Oregon could begin exporting cannabis to other states with legal pot by 2021 under a proposal being developed by state legislators and a cannabis industry trade group. Adam Smith, the executive director and founder of the Craft Cannabis Alliance, hopes to have a bill to put before lawmakers in the new year. He believes that other states with legal cannabis represent a potential new opportunity for Oregon growers.
“There are plenty of markets that would be thrilled to have world-class cannabis,” Smith said. “But prohibition keeps us from sending it into those markets.”
Under state law, cannabis grown in Oregon must remain in the state’s regulated marketplace. But a glut of legal pot in Oregon has caused prices to plummet, hurting small growers and igniting fears that the oversupply would enter the black market. With the legislation being drafted, the governor would be able to create agreements with other states with legal cannabis to import from Oregon.
Smith says that allowing cannabis growers to export would help local independent cultivators.
“When we do get to export, is there any ownership here, are we building wealth here, or are we just shipping money out-of-state?” Smith said. “If you got to export tomorrow, and folks suddenly could get a fair price for their product, you’d still have a bunch of outside companies here, but you would have a relatively healthy ecosystem.”
Lawmaker Supports Export Market
In 2017, state Sen. Floyd Prozanski, a Democrat from Eugene, introduced a bill that would have allowed transfers of cannabis between adjacent states. Although that bill was not successful, Prozanski plans to introduce a similar measure this legislative session and said he would consider including provisions from the Craft Cannabis Alliance proposal.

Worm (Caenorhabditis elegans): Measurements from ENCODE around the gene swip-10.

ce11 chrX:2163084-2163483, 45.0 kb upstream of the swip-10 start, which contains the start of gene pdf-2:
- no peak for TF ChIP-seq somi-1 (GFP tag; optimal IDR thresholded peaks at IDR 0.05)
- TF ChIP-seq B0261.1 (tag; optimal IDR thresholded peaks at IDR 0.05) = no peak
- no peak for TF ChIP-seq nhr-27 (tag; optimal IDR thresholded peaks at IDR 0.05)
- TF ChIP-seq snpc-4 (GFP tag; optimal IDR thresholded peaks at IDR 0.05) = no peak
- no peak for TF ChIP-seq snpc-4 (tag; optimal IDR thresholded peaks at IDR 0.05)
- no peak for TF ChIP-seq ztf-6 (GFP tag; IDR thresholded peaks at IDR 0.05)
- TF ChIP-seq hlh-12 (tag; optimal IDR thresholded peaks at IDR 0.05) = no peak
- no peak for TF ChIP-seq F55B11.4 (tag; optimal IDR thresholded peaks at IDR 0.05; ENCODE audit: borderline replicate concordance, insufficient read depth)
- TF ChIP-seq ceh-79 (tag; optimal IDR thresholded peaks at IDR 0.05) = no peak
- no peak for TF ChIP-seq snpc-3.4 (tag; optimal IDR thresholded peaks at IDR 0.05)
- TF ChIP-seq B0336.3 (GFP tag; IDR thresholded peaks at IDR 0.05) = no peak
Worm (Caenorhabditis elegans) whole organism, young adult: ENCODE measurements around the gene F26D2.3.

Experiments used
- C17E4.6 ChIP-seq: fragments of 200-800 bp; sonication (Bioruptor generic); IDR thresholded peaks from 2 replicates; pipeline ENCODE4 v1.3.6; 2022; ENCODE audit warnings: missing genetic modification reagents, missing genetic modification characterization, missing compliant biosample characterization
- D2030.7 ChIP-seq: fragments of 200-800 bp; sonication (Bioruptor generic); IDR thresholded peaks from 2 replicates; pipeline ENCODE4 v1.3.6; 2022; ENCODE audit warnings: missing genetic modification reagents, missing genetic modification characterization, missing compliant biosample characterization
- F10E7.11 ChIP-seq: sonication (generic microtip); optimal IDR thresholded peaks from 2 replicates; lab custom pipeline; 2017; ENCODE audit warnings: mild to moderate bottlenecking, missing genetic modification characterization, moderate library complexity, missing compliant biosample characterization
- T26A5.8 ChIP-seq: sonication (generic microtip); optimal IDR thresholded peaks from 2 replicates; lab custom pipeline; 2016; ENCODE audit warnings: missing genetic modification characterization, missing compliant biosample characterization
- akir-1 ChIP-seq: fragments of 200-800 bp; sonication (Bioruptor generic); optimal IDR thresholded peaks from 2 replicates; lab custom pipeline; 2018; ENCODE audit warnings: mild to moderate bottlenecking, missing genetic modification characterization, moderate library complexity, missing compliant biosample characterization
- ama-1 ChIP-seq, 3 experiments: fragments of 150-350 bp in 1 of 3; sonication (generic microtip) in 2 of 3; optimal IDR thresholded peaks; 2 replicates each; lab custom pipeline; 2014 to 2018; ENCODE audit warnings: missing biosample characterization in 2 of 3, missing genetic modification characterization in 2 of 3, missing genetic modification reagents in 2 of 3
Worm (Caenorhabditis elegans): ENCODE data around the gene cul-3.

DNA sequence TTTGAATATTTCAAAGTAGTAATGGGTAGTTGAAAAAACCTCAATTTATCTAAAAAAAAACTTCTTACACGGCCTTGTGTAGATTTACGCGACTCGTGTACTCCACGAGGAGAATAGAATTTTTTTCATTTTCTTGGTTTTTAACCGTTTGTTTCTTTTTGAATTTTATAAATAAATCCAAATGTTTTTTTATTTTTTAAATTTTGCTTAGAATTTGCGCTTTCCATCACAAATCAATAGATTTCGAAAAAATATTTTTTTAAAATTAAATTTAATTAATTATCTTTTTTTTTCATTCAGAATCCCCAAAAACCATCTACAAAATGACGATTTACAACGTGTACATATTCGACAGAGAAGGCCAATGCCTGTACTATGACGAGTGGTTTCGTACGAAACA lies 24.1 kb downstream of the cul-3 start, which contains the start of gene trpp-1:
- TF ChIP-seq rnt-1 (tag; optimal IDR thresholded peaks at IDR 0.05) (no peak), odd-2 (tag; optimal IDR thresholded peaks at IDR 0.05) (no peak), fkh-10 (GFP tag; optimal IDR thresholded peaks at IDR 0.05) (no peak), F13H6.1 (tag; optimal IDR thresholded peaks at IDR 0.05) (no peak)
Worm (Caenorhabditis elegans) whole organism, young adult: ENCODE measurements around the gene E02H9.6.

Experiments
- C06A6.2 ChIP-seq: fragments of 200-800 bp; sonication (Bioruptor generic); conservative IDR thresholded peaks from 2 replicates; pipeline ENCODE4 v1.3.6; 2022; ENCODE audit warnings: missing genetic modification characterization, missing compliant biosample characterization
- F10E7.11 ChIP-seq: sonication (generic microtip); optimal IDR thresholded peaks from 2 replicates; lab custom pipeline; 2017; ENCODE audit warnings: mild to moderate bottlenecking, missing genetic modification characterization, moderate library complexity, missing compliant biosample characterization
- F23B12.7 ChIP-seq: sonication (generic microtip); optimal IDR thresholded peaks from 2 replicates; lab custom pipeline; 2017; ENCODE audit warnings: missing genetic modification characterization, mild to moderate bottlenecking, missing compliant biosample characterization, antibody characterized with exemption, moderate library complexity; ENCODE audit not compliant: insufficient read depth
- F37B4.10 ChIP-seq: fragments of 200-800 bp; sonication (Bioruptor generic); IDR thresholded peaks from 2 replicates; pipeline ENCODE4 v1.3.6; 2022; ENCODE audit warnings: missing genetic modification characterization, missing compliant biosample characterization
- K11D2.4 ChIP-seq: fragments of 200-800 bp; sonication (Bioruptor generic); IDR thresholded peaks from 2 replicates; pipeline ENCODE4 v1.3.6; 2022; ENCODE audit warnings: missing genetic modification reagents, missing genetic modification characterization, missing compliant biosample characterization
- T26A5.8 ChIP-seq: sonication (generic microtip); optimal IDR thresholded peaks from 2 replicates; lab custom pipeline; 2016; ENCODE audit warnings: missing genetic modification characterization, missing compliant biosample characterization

“I’m very pleased to look at this,” Prozanski said. “But I guess what I want to make certain is we don’t push ourselves into a situation where the perfect becomes the obstacle of getting anything on the books for what will be more permissible under current interpretations by the feds.”
Prozanski added that he wanted the state to be ready to be a major cannabis exporter if the federal government eventually ends national marijuana prohibition.
“I don’t want us to be flat-footed and [have] everyone running out at the same time trying to create something,” Prozanski said.
Haters Gonna Hate
Kevin Sabet, the president of the anti-cannabis group Smart Approaches to Marijuana, predicts that growers won’t be able to find a market for their harvest.
“I can’t imagine any state would agree to do this with Oregon,” said Sabet. “It looks like a desperate attempt to tackle the out-of-control black market production that has happened in Oregon since legalization. The state should be focusing on how to reduce overall demand and supply.”
However, Beau Whitney, a senior economist with New Frontier Data the Washington, D.C. cannabis think tank, said opening the export market “would either slow or stop the price declines, because there wouldn’t be any more excess.”
That could improve the legal cannabis market overall.
“It would create more of a market in which quality and branding and other things would come into play more so than just pure price,” Whitney said.